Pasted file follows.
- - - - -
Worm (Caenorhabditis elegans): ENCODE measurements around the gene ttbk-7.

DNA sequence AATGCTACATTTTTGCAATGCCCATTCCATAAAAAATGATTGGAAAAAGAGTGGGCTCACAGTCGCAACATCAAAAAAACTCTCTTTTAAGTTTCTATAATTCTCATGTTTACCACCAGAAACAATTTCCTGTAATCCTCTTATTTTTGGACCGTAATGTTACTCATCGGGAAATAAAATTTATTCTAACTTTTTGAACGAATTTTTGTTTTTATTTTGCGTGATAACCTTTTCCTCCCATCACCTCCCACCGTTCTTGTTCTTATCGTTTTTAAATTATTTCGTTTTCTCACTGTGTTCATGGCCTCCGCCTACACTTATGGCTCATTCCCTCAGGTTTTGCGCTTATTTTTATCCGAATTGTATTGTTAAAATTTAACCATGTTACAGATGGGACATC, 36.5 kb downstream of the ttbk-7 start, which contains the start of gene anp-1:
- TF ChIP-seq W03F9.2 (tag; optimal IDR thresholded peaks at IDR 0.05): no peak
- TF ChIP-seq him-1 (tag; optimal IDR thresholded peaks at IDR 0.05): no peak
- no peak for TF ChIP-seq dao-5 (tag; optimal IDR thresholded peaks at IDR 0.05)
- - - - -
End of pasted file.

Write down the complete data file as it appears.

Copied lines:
Worm (Caenorhabditis elegans): ENCODE measurements around the gene ttbk-7.

DNA sequence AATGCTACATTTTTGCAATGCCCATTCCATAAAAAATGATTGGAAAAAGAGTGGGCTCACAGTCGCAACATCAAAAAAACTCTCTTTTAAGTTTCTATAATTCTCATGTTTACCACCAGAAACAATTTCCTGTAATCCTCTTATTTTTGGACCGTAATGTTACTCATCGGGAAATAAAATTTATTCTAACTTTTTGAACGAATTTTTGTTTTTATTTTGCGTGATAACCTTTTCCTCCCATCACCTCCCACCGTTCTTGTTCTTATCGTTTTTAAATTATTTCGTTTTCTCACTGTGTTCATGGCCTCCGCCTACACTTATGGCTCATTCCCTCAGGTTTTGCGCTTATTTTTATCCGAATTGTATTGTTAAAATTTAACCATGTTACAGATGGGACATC, 36.5 kb downstream of the ttbk-7 start, which contains the start of gene anp-1:
- TF ChIP-seq W03F9.2 (tag; optimal IDR thresholded peaks at IDR 0.05): no peak
- TF ChIP-seq him-1 (tag; optimal IDR thresholded peaks at IDR 0.05): no peak
- no peak for TF ChIP-seq dao-5 (tag; optimal IDR thresholded peaks at IDR 0.05)